New York Bill Promoting Morning After Pill Gets Legislature’s Support

State   |   Steven Ertelt   |   Feb 28, 2006   |   9:00AM   |   WASHINGTON, DC

New York Bill Promoting Morning After Pill Gets Legislature’s Support Email this article
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by Steven Ertelt Editor
February 28, 2006

Albany, NY ( — A bill in the New York that would make the state the next to allow over the counter sales of the morning after pill is advancing in the state legislature. Supporters say the measure addresses the concerns Gov. George Pataki had that led him to veto an earlier bill last year.

The measure would allow any woman or teenager to purchase the Plan B drugs, which can sometimes cause an abortion, at a pharmacy without a doctor’s prescription.

Pataki vetoed the measure last year because he said he wanted to make sure teens see a physician first, wanted to limit the number of pills sold. He also wanted to make sure girls weren’t having unprotected sex by relying on the drugs because they do not protect against sexually transmitted diseases.

Assembly Speaker Sheldon Silver on Monday said, "This bill addresses four-fifths of the issues the governor raised."

The revised measure would allow pharmacists to sell just one dose of the drugs at a time. The bill would also make information about STDs available and prescriptions would only be available to women in the county in which they live.

Still, the bill does not set age limits on who can purchase the Plan B drugs.

"Regardless of age, people should have choice," Silver said, according to an AP report.

That has the governor concerned again.

"We haven’t fully reviewed the legislation, but our understanding is that the Assembly Majority has failed to address the most significant flaw in its bill _ the absence of appropriate protections for young, adolescent women," Pataki spokesman Kevin Quinn told the Associated Press.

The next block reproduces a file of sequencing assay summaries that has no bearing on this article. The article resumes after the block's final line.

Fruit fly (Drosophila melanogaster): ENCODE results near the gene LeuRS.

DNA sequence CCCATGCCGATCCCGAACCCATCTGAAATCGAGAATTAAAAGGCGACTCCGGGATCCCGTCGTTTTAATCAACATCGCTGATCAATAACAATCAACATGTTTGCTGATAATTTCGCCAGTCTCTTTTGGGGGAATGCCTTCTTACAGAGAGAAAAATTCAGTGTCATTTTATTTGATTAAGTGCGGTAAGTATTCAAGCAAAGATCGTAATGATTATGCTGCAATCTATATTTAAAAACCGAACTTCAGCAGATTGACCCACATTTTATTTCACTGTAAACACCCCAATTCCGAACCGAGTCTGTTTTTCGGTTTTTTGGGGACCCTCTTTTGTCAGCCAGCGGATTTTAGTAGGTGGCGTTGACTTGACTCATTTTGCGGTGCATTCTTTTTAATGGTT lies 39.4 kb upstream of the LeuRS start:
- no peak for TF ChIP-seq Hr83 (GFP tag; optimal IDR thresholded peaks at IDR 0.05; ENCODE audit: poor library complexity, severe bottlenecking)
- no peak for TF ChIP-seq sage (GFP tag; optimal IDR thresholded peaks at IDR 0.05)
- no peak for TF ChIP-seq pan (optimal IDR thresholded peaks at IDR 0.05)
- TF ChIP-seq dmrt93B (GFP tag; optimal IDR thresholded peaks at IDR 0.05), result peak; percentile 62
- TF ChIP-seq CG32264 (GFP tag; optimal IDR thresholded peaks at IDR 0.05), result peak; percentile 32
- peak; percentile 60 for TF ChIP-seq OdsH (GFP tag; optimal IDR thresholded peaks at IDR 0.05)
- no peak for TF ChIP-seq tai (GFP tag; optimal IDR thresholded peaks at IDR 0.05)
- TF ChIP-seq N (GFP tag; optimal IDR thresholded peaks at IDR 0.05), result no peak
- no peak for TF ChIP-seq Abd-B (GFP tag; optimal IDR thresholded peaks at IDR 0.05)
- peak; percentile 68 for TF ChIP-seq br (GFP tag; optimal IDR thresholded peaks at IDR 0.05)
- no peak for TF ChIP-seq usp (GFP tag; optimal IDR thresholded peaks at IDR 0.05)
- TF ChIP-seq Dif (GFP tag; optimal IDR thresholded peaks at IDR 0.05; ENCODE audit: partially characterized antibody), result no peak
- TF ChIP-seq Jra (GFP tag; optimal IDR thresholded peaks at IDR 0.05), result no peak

"The governor has made clear that if a responsible version of the bill is advanced, which protects our children by ensuring that they receive appropriate and responsible individualized medical care, the governor would support it," Quinn added.

AP reports that some lawmakers are criticizing the governor saying he’s trying to build up some conservative credentials leading up to a possible 2008 presidential bid.

Pro-life advocates oppose the measure because the morning after pill can sometimes cause an abortion.

"Powerful medication without a prescription is just bad policy generally, but on a further level it would be the taking of a life," Hamilton College associate history Professor Douglas Ambrose said. "That’s an act that we should not be promoting and should not be making available with or without a doctor’s prescription."

After his veto, NARAL launched a television ad criticizing Pataki and saying the governor has flop-flopped on the issue. The group’s attack ads aired in New York, New Hampshire and Iowa.

The organization had previously scheduled a flight of ads celebrating the retiring governor’s pro-abortion views.

Throughout his tenure as governor, Pataki has been a supporter of abortion, though he is seen as trying to tone down his views in an attempt to appeal to conservative Republicans he would need to capture the party’s nod.

Seven other states have approved sales of the morning after pill over the counter. Alaska, California, Hawaii, Maine, New Hampshire, New Mexico and Washington allow the morning after pill to be purchased without a prescription.

Canada has also made the sometimes abortion drug Plan B available over the counter without a prescription and Vermont and Oregon are considering similar proposals.